If Sundance is meant to illuminate well-crafted films, the Oscars are meant to reward those involved in making them. The Academy Awards are a much more mainstream event than Sundance, but they still have to power to introduce smaller movies to the masses. The box office numbers of Michel Hazanavicius’ The Artist, one of the nominees for Best Picture this year, have been steadily creeping up. Opening on just four screens on November 27 and bringing in a little under $205,000, the movie was playing on over two-hundred screens the weekend of January 15, and grossed over $1,000,000. Obviously audiences take into account what the Academy thinks, and they should.

It’s important to note that a lot of aggressive campaigning goes on in favor of certain films, actors or actresses, and that requires a lot of money. But audiences should by no means discount nominees as buying their way in. “To a certain extent we have to understand that these are the ‘experts’ in their field; these are the professionals. These are the folks who make the stuff, who know the stuff, so what they see as an accomplishment or what they see as art should be taken into account,” says Jaramillo. These things aren’t decided by the people—that’s what the People’s Choice Awards are for. Deciding nominees based purely off of box office revenue, essentially the public’s opinion, doesn’t work. “You can’t say, ‘We should give a nod to the audience, throw Hall Pass in there.’ If we’re truly going to believe that award shows have some degree of integrity in the voting process then that can’t be the case,” she adds.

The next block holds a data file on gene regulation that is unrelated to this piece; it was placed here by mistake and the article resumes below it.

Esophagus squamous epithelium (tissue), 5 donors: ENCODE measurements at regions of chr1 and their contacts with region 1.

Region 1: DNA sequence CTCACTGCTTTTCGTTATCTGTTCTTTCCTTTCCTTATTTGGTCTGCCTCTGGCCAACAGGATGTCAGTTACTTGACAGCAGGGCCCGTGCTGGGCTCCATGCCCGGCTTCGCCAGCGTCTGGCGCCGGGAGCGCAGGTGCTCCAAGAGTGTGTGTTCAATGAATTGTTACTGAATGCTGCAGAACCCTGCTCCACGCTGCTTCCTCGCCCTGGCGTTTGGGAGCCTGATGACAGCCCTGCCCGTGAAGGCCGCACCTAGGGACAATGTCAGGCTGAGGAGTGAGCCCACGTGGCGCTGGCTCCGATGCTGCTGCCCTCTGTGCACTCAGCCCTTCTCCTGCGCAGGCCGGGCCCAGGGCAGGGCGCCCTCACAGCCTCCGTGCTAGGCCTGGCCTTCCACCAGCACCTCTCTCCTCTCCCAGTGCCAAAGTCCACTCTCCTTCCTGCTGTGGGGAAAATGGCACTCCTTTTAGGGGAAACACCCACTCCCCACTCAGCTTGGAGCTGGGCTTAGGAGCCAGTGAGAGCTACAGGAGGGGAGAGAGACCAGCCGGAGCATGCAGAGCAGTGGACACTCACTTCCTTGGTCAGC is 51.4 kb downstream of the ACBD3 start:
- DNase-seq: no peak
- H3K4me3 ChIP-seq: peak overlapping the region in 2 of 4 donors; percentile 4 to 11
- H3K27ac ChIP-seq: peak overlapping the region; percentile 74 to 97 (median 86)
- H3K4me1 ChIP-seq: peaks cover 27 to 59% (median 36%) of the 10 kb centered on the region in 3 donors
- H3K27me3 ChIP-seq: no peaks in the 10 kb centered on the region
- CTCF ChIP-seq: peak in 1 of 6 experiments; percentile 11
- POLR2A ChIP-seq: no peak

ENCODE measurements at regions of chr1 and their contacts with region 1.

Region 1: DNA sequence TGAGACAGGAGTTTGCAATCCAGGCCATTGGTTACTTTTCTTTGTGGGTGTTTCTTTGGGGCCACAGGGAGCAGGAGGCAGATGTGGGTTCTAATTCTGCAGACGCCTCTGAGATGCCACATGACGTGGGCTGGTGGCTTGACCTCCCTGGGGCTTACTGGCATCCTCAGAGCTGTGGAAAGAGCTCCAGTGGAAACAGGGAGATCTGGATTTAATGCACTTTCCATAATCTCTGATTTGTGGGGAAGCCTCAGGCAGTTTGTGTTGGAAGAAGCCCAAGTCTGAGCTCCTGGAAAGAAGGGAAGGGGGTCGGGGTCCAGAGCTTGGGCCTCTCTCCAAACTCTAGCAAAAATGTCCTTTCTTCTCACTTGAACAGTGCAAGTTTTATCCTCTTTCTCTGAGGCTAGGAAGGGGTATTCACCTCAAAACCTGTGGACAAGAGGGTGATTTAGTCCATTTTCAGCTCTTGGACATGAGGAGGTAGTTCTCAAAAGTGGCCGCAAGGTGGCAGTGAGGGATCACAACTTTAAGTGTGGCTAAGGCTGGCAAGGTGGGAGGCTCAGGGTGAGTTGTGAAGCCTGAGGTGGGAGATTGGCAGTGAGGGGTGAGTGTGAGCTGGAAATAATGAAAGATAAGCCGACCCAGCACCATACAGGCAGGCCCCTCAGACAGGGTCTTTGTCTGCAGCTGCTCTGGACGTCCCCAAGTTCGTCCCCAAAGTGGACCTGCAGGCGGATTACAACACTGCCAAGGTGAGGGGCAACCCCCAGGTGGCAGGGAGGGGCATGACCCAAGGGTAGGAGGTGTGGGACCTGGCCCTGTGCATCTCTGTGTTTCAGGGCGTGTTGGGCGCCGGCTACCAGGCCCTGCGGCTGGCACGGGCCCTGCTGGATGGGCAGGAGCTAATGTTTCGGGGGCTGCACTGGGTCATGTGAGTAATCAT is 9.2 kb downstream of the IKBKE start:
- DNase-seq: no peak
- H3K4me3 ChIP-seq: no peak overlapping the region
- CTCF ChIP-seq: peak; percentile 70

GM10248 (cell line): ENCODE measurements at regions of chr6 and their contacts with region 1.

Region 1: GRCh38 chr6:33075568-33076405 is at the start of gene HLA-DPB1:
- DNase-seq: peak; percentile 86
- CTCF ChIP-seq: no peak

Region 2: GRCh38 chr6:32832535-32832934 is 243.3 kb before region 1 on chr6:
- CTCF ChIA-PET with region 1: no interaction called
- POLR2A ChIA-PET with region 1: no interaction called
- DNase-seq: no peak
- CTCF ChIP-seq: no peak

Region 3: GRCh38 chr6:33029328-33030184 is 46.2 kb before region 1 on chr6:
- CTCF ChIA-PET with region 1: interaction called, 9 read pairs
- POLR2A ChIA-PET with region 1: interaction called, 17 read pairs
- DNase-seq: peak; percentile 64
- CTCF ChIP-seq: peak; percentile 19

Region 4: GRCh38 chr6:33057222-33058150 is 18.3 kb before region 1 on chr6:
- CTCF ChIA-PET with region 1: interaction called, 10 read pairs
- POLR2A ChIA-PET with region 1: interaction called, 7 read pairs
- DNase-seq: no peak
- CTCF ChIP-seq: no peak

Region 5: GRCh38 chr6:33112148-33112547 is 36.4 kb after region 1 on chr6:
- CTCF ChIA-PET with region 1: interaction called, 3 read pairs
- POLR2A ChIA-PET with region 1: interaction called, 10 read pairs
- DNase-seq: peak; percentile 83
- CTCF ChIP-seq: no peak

There’s a definite formula to choosing Academy Awards nominees; drama is always favored over comedy, and there’s a long-running sentiment (not as true today) that playing a disabled person automatically guarantees a nod. But these conventions are changing with each show.

1988 Academy Awards
The famous Oscar statues outside the 60th Annual Academy Awards (1988). | Photo courtesy of Alan Light via Wikimedia Commons

Jaramillo was pleasantly surprised with some of the nominations, including a nomination for Mexican actor Démian Bichir. “Everyone will know him form Weeds. He played Nancy’s drug dealer boyfriend. I was very happy he made it because he wasn’t nominated for a Golden Globe.”

Beyond that, there were also two nominations for Bridesmaids, one for Best Original Screenplay, and another for Melissa McCarthy, for Actress in a Supporting Role. “I think it’s a big coup actually that Bridesmaids was nominated for writing, that Melissa McCarthy was nominated, that was very cool,” Jaramillo adds.

As award season stretches on, it’ll be interesting to see where the public’s interests are directed. 2012 will no doubt bring audiences some wonderful films, and some duds as well. Therein lies the beauty of the film industry: surprises abound.

Billy Crystal hosts the 84th Annual Academy Awards on Sunday, February 26th on ABC. 

About Sara Arnold

Sara Arnold, COM '14, loves movies. She likes to think movies love her, too.